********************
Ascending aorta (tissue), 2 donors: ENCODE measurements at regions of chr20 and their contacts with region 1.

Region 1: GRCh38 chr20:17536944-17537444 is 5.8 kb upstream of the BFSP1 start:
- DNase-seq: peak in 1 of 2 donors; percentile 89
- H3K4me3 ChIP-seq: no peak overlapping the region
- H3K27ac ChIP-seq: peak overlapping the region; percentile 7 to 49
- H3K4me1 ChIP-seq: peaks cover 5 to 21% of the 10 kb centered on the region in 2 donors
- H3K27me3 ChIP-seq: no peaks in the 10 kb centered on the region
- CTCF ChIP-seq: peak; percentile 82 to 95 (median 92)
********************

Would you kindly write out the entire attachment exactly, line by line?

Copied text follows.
Ascending aorta (tissue), 2 donors: ENCODE measurements at regions of chr20 and their contacts with region 1.

Region 1: GRCh38 chr20:17536944-17537444 is 5.8 kb upstream of the BFSP1 start:
- DNase-seq: peak in 1 of 2 donors; percentile 89
- H3K4me3 ChIP-seq: no peak overlapping the region
- H3K27ac ChIP-seq: peak overlapping the region; percentile 7 to 49
- H3K4me1 ChIP-seq: peaks cover 5 to 21% of the 10 kb centered on the region in 2 donors
- H3K27me3 ChIP-seq: no peaks in the 10 kb centered on the region
- CTCF ChIP-seq: peak; percentile 82 to 95 (median 92)